Written by Liz Adams on Wednesday the 17th of March 2010
I'm peeling through the newspapers, reading about the plights of the modern age. I'm one of them. A woman knits beside me. She bites her lipstick lips. Ange would say she uses 'Purple Red,' or 'Autumnal Plum,' but to me she is just wearing lipstick and the fact she knits illustrates that she channels her anxieties into other things. What do I do with mine? Last night I trawled through the internet and attempted self-diagnosis. One graph showed zigzags that resembled electronic heartbeats.
There's a woman wearing a headscarf in front of me. Knots of pink blossom embellish it. Beneath, just skin. She's talking loudly about steroids and chemo to the couple opposite her, who nod nervously and clutch each other's hands. The child beside her looks fat and healthy. I look down at my watch, drag my shirt sleeve away from the dial's face. The silver hand chugs along, it rests on nine.
On the news last night they showed a man beneath a heap of concrete, after the Chinese earthquake. He was talking into a phone, saying his last goodbyes to his wife. I looked over at Ange, her blonde hair scraped away from her pretty face, she said: 'He'll get up after this shot, walk away. They do it for the shock value these news teams.' And she continued eating her salmon, sea salt dissolving into the orange pink of its skin. I felt the salt melting on my tongue and blinked back whatever was gathering in my eyes. The grit of an earthquake thousands of miles away.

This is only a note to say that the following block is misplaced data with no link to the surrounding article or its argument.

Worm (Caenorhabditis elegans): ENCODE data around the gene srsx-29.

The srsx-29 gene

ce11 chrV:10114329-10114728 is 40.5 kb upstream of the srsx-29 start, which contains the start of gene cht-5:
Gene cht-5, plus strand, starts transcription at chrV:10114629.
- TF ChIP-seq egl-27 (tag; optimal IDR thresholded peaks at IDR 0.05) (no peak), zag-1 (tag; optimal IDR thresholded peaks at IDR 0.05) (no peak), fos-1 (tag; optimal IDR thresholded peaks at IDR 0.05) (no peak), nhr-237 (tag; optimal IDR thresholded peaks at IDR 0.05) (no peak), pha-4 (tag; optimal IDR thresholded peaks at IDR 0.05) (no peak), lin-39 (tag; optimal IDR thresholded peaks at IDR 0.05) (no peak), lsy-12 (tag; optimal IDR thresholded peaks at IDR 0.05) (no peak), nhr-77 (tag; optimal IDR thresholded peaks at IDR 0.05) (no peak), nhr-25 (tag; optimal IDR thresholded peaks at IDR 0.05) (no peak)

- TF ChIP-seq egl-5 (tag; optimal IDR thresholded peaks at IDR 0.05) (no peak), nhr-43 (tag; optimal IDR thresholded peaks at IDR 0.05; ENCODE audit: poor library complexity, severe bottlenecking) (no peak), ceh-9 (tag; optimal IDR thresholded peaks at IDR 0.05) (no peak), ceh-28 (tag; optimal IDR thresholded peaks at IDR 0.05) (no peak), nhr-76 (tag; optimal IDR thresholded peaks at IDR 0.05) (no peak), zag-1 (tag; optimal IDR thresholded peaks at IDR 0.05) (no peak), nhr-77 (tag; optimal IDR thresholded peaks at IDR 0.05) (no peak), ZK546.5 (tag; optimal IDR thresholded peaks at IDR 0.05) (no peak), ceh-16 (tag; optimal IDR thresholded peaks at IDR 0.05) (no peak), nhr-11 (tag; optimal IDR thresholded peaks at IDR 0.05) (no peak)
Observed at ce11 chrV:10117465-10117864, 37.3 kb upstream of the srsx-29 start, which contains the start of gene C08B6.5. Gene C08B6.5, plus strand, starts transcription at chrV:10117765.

Ange used to decorate her face with manufactured grit. She dabbed glitter at the edges of each of her eyes, smudged her cheeks with finely ground blusher, the same consistency as sand. The first time I met her, she was wearing a black dress, beribboned with red pipes that cut down the skirt. We drank wine from thin glasses at the neon bar all night, watching the water features glimmer and dance behind. After, we went back to her flat: carpets the colour of milk chocolate, overstuffed cushions decorated the floor. As we lay back onto them I pulled up her skirt, fumbling until I felt the strip of hair.
The woman opposite me is telling an elderly couple about her treatment. I try not to listen. I blot out the words as much as I can. My heart's banging like a maniac inside my ribs. A nurse hands out results as though it's exam day. Brown envelopes. The names, hand-written in Biro. The coffee machine in the corridor makes a gurgling noise, like a hungry body. She says a surname, 'Tanzin.' No one claims the envelope. She shifts her posture, places a hand on her hip, 'Sadler.' The child with the cheeks of rose shifts in his seat, his mother places her hand on his knee to steady him. I look out of the window. A perfect white jet streams across the paper blue sky. The trail it leaves behind like a twisted paperclip against an envelope. She says another name as I reach for a magazine.
Gloss or grease beneath my fingertips, I'm not sure. The Queen at a wedding. Amy Winehouse's ballet slippers. All of it claws and glows in front of me. I look up at the elderly couple holding hands, the gold bands around their marriage fingers. I wonder if Ange and I will ever get married. I wonder if our faces shall shift into one face, like theirs.
Ange spends her days at court in a stupendous white wig. Her gold hair smells of dust when she gets home. Often, I ask her to steal the wig. I say, 'Steal it, go on Ange.' She smiles and I see the teeth that the dentist recently whitened, her pink tongue sanded down. I touch her hard stomach that she bends and twists in the gym each week, rowing boats to nowhere. Or other times I imagine a rubber pavement recurring over and over again, beneath her feet.